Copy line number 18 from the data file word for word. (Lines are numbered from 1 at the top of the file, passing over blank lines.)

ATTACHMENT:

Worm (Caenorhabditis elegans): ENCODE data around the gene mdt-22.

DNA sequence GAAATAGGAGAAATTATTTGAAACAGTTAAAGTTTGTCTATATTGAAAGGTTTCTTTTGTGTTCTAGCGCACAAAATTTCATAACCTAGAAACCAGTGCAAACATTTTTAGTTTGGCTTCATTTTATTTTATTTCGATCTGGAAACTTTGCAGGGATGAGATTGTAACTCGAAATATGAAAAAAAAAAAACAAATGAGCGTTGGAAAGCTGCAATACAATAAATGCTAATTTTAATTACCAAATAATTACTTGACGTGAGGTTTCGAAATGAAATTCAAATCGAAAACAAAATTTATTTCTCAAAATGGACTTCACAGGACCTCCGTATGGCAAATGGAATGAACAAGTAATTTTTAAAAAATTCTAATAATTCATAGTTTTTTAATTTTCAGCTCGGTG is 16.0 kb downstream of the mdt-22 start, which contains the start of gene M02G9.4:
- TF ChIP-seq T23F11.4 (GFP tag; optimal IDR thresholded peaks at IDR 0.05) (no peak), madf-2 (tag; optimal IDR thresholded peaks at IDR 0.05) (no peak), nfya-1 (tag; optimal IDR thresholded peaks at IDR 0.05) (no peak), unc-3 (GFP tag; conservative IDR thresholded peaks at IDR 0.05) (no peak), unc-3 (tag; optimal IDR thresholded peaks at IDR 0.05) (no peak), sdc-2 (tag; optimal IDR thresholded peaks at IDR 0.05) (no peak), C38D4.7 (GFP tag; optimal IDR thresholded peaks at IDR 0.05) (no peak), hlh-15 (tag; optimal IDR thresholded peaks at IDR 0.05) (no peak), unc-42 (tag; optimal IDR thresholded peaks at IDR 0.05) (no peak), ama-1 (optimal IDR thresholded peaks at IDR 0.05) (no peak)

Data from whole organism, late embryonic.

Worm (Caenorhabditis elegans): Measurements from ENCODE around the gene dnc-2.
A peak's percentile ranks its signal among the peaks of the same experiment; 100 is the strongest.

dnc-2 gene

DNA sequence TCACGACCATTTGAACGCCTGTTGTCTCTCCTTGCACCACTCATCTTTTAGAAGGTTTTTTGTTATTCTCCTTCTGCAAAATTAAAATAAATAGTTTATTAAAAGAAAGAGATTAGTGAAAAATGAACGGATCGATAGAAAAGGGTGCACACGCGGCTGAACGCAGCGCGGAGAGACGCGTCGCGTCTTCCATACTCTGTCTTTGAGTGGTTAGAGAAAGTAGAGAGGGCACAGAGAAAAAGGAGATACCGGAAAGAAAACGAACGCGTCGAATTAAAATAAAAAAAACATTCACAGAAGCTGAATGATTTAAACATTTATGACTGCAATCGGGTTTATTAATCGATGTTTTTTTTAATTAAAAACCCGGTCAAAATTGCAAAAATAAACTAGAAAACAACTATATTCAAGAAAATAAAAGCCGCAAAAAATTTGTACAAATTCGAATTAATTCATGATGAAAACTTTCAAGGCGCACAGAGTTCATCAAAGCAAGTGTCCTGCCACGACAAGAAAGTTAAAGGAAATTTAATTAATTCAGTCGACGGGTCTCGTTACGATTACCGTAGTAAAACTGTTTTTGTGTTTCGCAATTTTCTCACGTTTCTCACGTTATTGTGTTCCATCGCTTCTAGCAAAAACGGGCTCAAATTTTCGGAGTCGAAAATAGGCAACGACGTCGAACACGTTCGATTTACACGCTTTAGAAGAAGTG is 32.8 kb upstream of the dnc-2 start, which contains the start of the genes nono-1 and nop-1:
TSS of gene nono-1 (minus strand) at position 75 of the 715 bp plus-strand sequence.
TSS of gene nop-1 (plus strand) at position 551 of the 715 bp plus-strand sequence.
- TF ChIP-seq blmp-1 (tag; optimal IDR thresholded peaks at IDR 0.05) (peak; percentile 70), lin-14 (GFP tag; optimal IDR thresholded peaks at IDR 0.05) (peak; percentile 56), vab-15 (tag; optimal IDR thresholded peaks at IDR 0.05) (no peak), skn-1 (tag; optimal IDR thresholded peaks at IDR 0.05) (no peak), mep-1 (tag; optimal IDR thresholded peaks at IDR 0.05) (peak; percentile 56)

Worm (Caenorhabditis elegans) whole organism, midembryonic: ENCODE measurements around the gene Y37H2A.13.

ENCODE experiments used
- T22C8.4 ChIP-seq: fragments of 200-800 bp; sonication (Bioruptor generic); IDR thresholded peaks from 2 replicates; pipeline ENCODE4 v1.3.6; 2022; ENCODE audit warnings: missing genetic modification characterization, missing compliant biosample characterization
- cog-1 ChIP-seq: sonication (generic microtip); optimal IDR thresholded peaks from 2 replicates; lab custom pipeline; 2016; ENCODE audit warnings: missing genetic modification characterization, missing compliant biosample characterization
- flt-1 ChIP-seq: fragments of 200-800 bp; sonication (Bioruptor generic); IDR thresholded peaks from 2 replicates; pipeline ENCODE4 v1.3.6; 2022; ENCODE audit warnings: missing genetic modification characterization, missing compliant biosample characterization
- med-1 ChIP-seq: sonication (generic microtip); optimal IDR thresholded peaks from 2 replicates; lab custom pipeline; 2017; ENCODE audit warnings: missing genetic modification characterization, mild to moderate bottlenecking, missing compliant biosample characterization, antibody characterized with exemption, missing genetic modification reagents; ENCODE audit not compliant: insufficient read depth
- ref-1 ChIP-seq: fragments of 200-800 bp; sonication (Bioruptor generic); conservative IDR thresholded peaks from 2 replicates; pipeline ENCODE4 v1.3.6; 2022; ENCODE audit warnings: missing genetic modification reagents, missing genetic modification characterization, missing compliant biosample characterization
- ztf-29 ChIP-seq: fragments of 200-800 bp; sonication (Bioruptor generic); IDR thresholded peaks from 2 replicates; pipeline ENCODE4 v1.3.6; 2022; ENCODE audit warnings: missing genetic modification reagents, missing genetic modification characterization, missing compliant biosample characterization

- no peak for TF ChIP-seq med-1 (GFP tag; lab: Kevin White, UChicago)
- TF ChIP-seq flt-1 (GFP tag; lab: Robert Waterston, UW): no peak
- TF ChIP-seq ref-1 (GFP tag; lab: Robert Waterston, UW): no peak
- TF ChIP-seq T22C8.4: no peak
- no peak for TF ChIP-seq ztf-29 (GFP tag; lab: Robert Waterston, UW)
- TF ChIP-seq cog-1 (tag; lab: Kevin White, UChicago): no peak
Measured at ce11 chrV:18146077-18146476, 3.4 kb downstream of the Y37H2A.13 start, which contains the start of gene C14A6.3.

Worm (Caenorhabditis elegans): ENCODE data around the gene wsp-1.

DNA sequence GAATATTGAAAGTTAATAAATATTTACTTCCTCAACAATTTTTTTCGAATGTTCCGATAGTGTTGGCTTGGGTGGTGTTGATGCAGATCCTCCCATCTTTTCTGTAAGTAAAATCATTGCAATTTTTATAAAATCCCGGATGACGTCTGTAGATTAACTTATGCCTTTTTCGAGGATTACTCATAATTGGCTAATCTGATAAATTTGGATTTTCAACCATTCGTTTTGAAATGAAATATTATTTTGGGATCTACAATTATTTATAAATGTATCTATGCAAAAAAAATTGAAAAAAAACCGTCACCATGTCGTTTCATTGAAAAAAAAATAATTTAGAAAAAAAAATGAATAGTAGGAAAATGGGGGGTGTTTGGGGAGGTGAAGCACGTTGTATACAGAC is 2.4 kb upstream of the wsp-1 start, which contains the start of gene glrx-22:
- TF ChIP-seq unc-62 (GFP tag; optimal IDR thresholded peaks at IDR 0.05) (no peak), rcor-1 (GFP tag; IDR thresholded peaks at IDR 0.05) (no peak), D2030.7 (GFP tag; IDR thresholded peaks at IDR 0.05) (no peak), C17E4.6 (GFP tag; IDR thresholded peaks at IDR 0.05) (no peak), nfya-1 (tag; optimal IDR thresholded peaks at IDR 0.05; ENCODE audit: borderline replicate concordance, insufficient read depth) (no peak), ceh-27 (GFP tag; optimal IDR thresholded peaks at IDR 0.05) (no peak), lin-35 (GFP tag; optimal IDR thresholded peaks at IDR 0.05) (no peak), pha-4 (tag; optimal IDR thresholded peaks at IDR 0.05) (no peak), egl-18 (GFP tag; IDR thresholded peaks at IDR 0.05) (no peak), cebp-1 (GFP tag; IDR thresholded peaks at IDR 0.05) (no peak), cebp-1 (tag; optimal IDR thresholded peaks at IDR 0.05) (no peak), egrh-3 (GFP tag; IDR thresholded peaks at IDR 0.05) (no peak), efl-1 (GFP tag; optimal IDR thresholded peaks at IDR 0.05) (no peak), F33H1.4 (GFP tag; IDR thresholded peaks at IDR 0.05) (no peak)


- ref-1 ChIP-seq: fragments of 200-800 bp; sonication (Bioruptor generic); conservative IDR thresholded peaks from 2 replicates; pipeline ENCODE4 v1.3.6; 2022; ENCODE audit warnings: missing genetic modification reagents, missing genetic modification characterization, missing compliant biosample characterization